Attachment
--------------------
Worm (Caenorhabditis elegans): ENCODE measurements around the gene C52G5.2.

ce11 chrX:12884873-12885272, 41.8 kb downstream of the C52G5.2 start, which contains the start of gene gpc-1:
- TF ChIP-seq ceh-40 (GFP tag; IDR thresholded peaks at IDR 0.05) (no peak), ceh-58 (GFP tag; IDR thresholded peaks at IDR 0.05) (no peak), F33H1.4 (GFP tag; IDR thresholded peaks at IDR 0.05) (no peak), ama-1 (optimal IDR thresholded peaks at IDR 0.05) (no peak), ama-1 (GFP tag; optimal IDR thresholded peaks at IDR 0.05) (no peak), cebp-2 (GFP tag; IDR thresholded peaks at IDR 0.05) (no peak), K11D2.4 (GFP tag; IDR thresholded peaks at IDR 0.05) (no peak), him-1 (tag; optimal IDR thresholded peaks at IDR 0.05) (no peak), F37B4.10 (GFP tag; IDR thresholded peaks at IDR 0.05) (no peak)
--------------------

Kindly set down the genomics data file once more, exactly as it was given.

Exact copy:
Worm (Caenorhabditis elegans): ENCODE measurements around the gene C52G5.2.

ce11 chrX:12884873-12885272, 41.8 kb downstream of the C52G5.2 start, which contains the start of gene gpc-1:
- TF ChIP-seq ceh-40 (GFP tag; IDR thresholded peaks at IDR 0.05) (no peak), ceh-58 (GFP tag; IDR thresholded peaks at IDR 0.05) (no peak), F33H1.4 (GFP tag; IDR thresholded peaks at IDR 0.05) (no peak), ama-1 (optimal IDR thresholded peaks at IDR 0.05) (no peak), ama-1 (GFP tag; optimal IDR thresholded peaks at IDR 0.05) (no peak), cebp-2 (GFP tag; IDR thresholded peaks at IDR 0.05) (no peak), K11D2.4 (GFP tag; IDR thresholded peaks at IDR 0.05) (no peak), him-1 (tag; optimal IDR thresholded peaks at IDR 0.05) (no peak), F37B4.10 (GFP tag; IDR thresholded peaks at IDR 0.05) (no peak)